Saturday, September 22, 2007

Calling on all Kamm fans!

Intuitions are curious things. In chapter 12 as elsewhere, Kamm makes extensive use of hypothetical experiments meant to test our intuitions and lead us to particular results. Indeed, few are better than Kamm at providing so many illuminating imaginative cases. For the most part, I believe her efforts succeed. However, if I had a criticism to state up front, then it would be my worry that Kamm makes our intuitions do too much. For one thing, the hypothetical experiments are aimed at philosophers engaging with her book. What evidence do we have that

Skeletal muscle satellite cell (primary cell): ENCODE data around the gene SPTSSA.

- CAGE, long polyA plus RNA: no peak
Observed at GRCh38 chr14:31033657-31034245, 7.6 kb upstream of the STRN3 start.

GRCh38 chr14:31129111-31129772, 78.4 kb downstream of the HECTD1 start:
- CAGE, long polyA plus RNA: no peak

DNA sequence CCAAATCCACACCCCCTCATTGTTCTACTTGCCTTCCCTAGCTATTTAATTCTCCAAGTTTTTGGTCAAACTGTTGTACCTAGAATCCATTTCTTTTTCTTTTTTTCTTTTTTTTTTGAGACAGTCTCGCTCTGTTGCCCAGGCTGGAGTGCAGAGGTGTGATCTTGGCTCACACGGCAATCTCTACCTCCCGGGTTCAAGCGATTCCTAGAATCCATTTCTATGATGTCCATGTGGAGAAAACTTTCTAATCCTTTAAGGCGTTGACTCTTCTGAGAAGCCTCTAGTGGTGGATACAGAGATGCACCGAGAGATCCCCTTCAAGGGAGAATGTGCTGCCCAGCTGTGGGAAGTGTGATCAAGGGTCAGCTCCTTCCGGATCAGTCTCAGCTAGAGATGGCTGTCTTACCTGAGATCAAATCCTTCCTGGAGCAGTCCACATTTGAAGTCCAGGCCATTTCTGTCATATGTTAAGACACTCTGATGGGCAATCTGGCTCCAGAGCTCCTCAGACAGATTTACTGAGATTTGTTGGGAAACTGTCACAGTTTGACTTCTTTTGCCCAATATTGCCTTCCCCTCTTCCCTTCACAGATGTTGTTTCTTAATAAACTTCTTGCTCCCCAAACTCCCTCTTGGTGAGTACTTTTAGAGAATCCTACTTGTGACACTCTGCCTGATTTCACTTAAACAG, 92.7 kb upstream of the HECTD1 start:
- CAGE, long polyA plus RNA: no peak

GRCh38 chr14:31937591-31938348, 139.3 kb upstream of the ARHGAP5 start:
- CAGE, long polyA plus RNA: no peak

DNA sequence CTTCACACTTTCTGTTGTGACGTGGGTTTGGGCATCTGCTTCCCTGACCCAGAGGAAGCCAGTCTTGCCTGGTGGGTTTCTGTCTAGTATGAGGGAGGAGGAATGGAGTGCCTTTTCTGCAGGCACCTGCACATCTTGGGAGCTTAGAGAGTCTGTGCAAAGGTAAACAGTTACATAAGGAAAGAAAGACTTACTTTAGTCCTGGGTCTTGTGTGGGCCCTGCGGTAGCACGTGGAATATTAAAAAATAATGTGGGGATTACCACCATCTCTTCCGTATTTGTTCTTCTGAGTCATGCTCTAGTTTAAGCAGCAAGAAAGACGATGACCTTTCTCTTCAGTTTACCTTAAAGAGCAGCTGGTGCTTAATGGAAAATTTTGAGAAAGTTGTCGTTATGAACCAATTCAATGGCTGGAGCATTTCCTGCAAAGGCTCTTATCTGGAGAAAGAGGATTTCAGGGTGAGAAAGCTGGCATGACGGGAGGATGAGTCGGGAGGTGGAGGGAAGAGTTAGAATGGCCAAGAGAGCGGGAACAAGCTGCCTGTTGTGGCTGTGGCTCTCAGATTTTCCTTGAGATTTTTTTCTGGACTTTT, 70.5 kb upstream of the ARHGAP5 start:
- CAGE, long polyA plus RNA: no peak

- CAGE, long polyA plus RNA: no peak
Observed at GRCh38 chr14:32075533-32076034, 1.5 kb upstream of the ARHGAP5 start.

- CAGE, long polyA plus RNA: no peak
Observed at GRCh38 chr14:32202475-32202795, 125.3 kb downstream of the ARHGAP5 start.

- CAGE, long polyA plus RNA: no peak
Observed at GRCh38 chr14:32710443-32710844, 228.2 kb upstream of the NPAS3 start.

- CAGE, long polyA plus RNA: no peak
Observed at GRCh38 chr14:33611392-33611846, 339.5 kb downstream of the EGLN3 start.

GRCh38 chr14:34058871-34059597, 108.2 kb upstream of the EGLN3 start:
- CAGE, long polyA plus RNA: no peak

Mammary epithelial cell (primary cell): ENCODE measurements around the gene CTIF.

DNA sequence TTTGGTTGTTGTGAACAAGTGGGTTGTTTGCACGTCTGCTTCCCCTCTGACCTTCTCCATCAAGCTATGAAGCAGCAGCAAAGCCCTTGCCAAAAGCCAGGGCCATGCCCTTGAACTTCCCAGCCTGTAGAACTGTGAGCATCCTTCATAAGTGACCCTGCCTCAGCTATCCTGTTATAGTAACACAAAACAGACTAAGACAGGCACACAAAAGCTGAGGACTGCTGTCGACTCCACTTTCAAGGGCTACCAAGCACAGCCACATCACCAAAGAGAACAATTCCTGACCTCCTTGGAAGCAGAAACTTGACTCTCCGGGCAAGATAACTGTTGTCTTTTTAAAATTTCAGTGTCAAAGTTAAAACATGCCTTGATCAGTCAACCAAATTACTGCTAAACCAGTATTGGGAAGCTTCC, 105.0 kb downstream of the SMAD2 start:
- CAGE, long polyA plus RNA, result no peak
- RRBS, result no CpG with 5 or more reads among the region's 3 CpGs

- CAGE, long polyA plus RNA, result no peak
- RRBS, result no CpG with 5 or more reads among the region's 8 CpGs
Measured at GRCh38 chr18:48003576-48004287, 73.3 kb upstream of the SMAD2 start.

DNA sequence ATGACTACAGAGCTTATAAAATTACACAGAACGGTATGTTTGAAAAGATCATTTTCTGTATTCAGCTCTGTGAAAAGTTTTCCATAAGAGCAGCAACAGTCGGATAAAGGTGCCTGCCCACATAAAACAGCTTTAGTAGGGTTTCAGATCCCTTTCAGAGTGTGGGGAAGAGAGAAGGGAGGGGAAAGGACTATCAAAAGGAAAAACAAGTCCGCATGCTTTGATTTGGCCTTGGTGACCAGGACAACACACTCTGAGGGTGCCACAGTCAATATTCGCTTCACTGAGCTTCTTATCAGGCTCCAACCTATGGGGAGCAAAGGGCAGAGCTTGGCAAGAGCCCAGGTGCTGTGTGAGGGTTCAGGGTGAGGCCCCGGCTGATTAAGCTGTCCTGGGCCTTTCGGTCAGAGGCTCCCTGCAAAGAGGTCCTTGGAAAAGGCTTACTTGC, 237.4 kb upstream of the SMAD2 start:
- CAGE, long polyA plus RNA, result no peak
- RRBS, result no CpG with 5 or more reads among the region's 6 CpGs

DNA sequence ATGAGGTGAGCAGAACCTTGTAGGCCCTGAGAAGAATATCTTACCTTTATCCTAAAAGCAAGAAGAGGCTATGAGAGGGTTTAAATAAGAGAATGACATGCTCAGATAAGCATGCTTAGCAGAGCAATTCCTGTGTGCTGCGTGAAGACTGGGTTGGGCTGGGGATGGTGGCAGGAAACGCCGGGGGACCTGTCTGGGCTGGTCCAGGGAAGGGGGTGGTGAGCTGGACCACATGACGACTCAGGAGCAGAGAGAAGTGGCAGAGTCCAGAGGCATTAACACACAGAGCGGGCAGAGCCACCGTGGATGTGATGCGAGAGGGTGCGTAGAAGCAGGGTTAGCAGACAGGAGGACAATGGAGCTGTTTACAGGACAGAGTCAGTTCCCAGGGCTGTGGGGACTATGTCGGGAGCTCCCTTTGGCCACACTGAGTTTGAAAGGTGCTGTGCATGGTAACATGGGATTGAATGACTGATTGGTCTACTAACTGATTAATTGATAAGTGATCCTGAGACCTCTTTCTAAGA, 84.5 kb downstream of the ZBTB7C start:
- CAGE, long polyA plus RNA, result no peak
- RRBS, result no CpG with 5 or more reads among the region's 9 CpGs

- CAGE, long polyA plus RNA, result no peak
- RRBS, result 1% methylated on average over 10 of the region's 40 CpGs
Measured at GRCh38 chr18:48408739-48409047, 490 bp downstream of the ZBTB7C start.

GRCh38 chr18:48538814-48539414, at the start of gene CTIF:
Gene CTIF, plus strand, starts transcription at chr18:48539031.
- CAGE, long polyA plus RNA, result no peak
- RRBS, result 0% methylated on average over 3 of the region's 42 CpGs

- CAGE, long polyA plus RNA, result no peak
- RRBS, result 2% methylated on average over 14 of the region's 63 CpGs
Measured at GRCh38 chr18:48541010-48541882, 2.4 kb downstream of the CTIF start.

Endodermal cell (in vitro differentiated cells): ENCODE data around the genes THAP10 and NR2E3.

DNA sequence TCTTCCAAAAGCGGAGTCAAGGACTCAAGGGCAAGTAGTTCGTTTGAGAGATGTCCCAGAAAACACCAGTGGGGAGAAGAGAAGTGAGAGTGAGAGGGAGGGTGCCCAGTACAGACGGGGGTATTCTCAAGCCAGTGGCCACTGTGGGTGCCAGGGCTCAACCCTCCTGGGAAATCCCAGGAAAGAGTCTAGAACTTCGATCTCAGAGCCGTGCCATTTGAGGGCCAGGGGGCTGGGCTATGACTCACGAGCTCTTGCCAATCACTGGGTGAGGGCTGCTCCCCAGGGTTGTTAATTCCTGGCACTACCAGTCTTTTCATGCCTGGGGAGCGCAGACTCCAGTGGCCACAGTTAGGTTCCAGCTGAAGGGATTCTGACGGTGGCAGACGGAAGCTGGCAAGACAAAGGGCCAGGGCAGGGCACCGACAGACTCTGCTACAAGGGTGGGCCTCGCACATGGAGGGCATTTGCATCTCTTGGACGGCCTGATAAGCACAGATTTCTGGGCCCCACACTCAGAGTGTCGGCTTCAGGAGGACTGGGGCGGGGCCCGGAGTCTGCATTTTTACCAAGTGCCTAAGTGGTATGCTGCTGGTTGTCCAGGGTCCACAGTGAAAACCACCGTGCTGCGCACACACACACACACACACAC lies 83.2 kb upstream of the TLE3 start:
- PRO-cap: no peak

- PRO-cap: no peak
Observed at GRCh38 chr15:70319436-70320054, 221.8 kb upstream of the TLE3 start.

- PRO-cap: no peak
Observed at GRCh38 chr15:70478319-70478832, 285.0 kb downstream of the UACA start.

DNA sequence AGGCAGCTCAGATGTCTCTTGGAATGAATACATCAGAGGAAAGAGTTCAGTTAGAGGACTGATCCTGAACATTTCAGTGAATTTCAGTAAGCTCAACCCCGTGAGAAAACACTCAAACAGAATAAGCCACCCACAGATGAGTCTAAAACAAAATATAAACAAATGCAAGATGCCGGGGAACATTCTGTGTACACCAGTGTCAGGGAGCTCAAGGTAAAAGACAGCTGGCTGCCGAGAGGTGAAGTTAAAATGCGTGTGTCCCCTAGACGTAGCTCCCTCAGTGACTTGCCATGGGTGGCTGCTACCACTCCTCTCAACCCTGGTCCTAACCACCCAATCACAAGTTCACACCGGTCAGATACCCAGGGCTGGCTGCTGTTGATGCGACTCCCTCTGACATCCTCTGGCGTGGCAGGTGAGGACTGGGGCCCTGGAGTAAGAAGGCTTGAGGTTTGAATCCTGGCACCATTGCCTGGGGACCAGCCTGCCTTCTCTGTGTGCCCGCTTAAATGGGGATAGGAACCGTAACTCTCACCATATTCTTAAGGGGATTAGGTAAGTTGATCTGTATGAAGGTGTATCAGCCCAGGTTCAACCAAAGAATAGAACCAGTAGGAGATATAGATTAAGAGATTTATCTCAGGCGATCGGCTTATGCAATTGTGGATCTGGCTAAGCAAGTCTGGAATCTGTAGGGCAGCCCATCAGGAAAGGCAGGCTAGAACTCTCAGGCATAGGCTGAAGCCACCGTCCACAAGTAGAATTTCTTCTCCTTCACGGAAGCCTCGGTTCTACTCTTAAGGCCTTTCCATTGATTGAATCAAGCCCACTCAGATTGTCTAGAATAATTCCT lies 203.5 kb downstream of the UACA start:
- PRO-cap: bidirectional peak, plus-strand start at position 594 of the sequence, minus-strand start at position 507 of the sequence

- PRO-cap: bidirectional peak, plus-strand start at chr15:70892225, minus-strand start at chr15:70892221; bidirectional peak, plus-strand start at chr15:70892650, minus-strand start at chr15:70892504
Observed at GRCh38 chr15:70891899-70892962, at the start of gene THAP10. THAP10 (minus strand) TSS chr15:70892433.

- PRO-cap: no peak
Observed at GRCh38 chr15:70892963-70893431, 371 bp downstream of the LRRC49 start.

(a) the intuitions academic philosophers hold are representative of the general public or
(b) the intuitions academic philosophers hold are justified independently? What to do about those of us (like me) with very different, more consequentialism-friendly intuitions?
And so on. Indeed, these issues of highly imaginative hypothetical cases and extensive uses of intuitions have creeped into a few of the previous discussions of Intricate Ethics. I simply wish to state up front that this issue appears to creep into the discussion here, too. Read the full post here Posted on September 21, 2007 at 3:03 pm in Normative Ethics, Kamm Reading Group, Thom Brooks's Posts 1 Comment

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